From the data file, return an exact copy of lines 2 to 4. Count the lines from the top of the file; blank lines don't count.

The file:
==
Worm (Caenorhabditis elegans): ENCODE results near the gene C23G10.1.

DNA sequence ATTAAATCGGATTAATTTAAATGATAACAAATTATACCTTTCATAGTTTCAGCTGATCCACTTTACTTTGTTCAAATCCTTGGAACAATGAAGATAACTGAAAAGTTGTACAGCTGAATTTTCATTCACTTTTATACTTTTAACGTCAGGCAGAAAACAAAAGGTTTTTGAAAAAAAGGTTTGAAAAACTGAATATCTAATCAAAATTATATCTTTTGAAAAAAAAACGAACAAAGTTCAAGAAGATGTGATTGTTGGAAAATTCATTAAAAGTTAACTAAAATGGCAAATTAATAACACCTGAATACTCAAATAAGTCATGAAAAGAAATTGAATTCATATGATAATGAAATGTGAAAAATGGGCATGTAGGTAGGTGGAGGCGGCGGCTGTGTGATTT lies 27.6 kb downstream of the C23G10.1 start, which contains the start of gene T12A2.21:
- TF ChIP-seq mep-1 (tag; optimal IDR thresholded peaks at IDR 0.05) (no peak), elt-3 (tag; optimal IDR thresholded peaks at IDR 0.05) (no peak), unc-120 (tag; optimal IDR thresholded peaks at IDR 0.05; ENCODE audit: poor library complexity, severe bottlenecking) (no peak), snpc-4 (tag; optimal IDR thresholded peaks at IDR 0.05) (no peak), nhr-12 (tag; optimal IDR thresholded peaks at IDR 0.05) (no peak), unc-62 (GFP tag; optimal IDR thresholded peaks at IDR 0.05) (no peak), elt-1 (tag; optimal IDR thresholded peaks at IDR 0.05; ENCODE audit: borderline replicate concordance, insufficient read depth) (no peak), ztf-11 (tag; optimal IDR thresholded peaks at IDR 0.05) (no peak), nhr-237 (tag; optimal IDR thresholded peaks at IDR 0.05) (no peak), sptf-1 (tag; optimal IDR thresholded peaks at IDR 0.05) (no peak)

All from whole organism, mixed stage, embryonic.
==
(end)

DNA sequence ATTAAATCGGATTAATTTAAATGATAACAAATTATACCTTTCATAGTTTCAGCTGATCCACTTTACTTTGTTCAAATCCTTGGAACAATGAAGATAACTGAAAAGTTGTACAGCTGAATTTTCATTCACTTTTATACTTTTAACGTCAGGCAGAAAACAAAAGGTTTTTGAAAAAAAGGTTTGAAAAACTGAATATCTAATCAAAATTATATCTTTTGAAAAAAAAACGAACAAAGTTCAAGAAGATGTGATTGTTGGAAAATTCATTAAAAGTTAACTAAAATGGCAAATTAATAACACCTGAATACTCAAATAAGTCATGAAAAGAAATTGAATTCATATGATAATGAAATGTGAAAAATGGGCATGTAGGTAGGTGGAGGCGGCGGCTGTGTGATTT lies 27.6 kb downstream of the C23G10.1 start, which contains the start of gene T12A2.21:
- TF ChIP-seq mep-1 (tag; optimal IDR thresholded peaks at IDR 0.05) (no peak), elt-3 (tag; optimal IDR thresholded peaks at IDR 0.05) (no peak), unc-120 (tag; optimal IDR thresholded peaks at IDR 0.05; ENCODE audit: poor library complexity, severe bottlenecking) (no peak), snpc-4 (tag; optimal IDR thresholded peaks at IDR 0.05) (no peak), nhr-12 (tag; optimal IDR thresholded peaks at IDR 0.05) (no peak), unc-62 (GFP tag; optimal IDR thresholded peaks at IDR 0.05) (no peak), elt-1 (tag; optimal IDR thresholded peaks at IDR 0.05; ENCODE audit: borderline replicate concordance, insufficient read depth) (no peak), ztf-11 (tag; optimal IDR thresholded peaks at IDR 0.05) (no peak), nhr-237 (tag; optimal IDR thresholded peaks at IDR 0.05) (no peak), sptf-1 (tag; optimal IDR thresholded peaks at IDR 0.05) (no peak)

All from whole organism, mixed stage, embryonic.